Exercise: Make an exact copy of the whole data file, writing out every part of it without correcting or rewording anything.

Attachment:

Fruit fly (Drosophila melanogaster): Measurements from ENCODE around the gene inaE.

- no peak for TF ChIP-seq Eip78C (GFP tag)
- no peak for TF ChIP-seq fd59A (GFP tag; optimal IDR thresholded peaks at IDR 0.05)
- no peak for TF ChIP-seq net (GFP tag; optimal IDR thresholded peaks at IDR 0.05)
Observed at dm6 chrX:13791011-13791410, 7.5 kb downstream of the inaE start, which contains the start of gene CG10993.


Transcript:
Fruit fly (Drosophila melanogaster): Measurements from ENCODE around the gene inaE.

- no peak for TF ChIP-seq Eip78C (GFP tag)
- no peak for TF ChIP-seq fd59A (GFP tag; optimal IDR thresholded peaks at IDR 0.05)
- no peak for TF ChIP-seq net (GFP tag; optimal IDR thresholded peaks at IDR 0.05)
Observed at dm6 chrX:13791011-13791410, 7.5 kb downstream of the inaE start, which contains the start of gene CG10993.